U.S. Embassy Dublin
- World cup Rugby champion and celebrated South African icon
- Former coach and CEO of London’s Saracens Rugby Club
- Active philanthropist and founder of the Make A Difference charitable organization
- Discusses topics such as leadership, teamwork and motivation
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François Pienaar, with twenty-nine international caps to his name, reached the highest peak in rugby union: he captained his country South Africa, to World Cup victory in 1995 on home turf and was presented the Webb Ellis Trophy by President Nelson Mandela.
In winning rugby's ultimate prize, François not only helped put South Africa back on the sporting map but also, having been named 'Newsmaker of the Year', he is his country's most celebrated icon after Nelson Mandela. Indeed, the two men forged a friendship during the World Cup when Mandela appeared on the presentation rostrum wearing a Springbok jersey with François' number on the back.
François was appointed captain on his first international appearance, against France in 1993, and is now the most capped South African captain and arguably the world's most popular one. Alongside François' playing talents, his debt management skills, charisma, and leadership abilities have enabled him to achieve God-like status in a country where rugby is a religion. He has proved himself an inspirational leader and is one of the few men on earth who can genuinely claim to have united South Africa behind a common cause.
François' skills in diplomacy were a clear feature in South Africa's passage from isolation to acclamation on the world rugby stage. A trained lawyer, François is an eloquent and articulate spokesman who is often quoted on a wide range of issues from rugby to business and from journalism to politics.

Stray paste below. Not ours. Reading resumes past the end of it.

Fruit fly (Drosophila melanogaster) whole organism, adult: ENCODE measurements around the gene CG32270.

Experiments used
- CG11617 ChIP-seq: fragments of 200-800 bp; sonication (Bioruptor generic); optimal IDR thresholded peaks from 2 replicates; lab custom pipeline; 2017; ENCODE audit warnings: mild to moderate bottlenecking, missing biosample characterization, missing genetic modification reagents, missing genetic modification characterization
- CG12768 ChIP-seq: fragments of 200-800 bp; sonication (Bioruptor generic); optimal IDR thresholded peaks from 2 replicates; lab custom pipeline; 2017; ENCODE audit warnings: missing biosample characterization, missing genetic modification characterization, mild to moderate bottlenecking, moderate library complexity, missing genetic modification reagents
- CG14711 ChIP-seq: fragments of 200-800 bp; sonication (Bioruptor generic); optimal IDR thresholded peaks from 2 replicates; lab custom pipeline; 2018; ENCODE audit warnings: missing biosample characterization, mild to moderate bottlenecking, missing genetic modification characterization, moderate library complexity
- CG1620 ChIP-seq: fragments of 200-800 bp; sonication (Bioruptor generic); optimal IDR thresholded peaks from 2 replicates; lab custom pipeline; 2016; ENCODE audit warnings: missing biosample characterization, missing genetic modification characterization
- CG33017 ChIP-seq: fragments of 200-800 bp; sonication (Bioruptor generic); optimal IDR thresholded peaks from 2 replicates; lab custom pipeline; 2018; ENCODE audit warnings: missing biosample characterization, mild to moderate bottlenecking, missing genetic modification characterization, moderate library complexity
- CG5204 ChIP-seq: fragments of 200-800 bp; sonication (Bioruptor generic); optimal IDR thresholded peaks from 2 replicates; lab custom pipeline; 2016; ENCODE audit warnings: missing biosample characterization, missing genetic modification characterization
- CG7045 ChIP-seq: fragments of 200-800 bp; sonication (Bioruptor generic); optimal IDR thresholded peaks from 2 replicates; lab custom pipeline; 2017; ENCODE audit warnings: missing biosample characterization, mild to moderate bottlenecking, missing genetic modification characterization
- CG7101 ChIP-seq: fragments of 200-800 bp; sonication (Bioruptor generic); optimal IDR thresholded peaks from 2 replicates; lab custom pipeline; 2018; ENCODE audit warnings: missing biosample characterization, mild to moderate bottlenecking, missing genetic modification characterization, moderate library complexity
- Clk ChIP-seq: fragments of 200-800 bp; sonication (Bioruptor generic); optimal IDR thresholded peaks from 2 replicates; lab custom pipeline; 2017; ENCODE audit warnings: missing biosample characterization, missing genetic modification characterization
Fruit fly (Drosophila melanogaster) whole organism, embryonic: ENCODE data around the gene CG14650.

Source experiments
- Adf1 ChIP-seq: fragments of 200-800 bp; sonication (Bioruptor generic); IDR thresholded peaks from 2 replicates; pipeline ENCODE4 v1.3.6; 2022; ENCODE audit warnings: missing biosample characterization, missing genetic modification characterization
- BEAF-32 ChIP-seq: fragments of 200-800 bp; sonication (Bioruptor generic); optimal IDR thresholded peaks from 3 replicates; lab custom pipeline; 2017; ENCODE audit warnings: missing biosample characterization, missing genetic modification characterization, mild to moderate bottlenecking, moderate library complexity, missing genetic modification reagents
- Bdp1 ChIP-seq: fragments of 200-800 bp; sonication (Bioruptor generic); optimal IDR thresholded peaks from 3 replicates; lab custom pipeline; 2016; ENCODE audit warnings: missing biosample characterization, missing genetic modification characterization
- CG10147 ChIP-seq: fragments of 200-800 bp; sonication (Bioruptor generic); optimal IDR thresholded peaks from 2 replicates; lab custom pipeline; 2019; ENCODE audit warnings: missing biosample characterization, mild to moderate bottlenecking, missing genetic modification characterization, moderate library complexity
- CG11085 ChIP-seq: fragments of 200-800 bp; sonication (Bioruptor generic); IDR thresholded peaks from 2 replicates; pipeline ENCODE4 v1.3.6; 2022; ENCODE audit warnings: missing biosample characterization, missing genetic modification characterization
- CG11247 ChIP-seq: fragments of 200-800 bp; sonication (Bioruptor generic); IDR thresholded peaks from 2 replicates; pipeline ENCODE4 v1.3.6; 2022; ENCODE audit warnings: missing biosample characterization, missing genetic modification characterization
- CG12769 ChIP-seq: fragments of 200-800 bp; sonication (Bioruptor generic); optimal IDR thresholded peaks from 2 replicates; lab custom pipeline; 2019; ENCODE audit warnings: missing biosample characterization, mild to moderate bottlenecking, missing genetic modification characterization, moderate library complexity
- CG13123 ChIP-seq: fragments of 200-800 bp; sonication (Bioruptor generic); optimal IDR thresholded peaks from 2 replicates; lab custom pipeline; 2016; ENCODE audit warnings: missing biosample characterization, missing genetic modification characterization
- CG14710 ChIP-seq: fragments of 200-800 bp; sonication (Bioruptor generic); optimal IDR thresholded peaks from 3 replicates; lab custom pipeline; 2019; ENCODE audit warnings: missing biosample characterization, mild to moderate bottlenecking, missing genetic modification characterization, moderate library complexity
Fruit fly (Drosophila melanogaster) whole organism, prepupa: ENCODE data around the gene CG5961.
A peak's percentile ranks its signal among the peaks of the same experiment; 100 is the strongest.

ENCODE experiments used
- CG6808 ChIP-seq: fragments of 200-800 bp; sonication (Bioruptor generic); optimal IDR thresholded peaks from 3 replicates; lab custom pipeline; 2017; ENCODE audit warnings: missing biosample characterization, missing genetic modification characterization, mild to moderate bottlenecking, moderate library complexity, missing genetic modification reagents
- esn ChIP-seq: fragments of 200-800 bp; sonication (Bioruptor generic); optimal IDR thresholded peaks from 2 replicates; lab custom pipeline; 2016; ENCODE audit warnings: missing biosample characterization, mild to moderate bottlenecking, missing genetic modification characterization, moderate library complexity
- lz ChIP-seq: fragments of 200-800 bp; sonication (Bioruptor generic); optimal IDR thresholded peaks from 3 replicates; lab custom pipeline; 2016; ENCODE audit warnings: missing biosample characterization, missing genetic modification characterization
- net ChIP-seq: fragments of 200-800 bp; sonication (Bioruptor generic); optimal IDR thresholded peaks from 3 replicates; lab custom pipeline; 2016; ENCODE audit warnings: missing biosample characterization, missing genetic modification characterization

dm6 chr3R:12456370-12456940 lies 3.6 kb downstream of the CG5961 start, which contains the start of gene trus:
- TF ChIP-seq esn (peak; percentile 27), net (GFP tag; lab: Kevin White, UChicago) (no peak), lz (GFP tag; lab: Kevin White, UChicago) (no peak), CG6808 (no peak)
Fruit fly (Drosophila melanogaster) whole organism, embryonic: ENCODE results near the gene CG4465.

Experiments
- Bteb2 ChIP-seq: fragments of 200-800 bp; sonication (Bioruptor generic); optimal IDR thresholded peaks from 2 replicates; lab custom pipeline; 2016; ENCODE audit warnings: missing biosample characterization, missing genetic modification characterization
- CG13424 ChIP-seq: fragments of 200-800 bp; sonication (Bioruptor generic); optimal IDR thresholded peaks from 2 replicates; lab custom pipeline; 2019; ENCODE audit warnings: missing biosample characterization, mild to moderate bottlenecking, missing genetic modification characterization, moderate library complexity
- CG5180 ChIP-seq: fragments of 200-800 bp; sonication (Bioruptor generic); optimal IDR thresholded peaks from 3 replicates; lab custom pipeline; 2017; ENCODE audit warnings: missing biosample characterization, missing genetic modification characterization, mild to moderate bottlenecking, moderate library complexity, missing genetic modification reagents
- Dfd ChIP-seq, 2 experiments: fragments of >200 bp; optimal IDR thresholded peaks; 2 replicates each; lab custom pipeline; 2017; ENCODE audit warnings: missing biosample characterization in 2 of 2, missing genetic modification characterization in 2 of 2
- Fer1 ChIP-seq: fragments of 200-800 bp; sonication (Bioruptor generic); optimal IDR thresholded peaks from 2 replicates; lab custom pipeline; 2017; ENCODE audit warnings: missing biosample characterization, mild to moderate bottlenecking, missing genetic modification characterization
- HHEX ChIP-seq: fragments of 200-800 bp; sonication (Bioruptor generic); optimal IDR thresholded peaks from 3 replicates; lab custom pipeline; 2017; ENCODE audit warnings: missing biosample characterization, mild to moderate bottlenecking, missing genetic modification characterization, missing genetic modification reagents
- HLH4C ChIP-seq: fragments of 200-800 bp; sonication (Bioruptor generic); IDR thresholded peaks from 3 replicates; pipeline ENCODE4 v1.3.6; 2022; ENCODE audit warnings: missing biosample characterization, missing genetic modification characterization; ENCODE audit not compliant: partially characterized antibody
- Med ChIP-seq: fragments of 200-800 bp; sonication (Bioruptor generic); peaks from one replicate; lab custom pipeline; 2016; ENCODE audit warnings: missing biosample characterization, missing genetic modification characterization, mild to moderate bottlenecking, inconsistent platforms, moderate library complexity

Having played a vital role for both his province and his country, François became player-coach of the struggling north London club Saracens. With him at the helm, Saracens' form underwent a dramatic transformation.
Pienaar eventually retired as a player and took over as Saracens CEO in 2000. The club ended the 2000/2001 Premiership season in fifth place, but the following year was less successful and with Saracens facing relegation François stepped down as coach and CEO, sensing that the club would benefit from a fresh perspective.
Away from rugby, Pienaar published an autobiography, Rainbow Warrior (1999), and regularly speaks on leadership, motivation and teamwork.
He has also been consistently involved in charity work with organizations such as Sargent Cancer Care for Children at the Royal Marsden Hospital, CHOC (The Children's Haematology and Oncology Clinic) and the Reach for a Dream Foundation. In November 2000, he was awarded an honorary doctorate by the University of Hertfordshire.
In 2002, he returned to South Africa and he currently lives in Cape Town with his wife and two sons, one of whom has Nelson Mandela for a godfather.
Worldwide, he continues to reinforce his reputation as the face of South African rugby. His charisma, leadership, and strength of character place him much in demand to speak about the game he loves with a passion all over the world.
*In association with Creative Artists Agency
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